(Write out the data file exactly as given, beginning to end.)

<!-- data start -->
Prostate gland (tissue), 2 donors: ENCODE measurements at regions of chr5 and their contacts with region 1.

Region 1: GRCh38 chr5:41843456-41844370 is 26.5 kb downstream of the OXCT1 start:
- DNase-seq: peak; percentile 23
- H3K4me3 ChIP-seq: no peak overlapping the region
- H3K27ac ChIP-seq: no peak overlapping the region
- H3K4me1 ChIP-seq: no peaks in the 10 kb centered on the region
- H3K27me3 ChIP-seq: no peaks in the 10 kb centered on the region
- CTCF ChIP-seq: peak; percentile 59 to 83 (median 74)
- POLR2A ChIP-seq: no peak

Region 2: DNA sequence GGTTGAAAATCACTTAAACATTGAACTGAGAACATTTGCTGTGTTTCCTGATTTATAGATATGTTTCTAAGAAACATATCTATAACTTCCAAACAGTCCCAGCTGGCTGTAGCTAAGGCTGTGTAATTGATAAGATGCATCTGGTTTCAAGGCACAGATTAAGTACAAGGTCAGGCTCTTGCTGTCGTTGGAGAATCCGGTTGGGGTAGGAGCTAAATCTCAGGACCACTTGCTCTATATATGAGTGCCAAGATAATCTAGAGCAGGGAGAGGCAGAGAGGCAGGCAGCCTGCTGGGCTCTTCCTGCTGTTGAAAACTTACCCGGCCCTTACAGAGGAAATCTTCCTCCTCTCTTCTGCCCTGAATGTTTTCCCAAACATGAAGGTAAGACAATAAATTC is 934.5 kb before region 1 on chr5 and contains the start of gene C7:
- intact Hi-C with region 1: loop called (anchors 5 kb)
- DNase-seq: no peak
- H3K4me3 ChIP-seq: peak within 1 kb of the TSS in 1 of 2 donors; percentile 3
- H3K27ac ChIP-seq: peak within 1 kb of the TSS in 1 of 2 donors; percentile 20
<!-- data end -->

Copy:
Prostate gland (tissue), 2 donors: ENCODE measurements at regions of chr5 and their contacts with region 1.

Region 1: GRCh38 chr5:41843456-41844370 is 26.5 kb downstream of the OXCT1 start:
- DNase-seq: peak; percentile 23
- H3K4me3 ChIP-seq: no peak overlapping the region
- H3K27ac ChIP-seq: no peak overlapping the region
- H3K4me1 ChIP-seq: no peaks in the 10 kb centered on the region
- H3K27me3 ChIP-seq: no peaks in the 10 kb centered on the region
- CTCF ChIP-seq: peak; percentile 59 to 83 (median 74)
- POLR2A ChIP-seq: no peak

Region 2: DNA sequence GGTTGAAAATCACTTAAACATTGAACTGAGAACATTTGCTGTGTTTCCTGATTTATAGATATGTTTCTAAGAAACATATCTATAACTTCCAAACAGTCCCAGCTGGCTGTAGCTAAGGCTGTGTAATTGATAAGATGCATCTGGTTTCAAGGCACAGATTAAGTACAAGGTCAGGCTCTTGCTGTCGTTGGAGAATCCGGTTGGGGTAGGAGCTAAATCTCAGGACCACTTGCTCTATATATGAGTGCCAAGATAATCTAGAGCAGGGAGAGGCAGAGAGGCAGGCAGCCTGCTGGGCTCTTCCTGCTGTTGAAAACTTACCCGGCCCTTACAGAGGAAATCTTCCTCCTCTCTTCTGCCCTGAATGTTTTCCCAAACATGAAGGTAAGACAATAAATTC is 934.5 kb before region 1 on chr5 and contains the start of gene C7:
- intact Hi-C with region 1: loop called (anchors 5 kb)
- DNase-seq: no peak
- H3K4me3 ChIP-seq: peak within 1 kb of the TSS in 1 of 2 donors; percentile 3
- H3K27ac ChIP-seq: peak within 1 kb of the TSS in 1 of 2 donors; percentile 20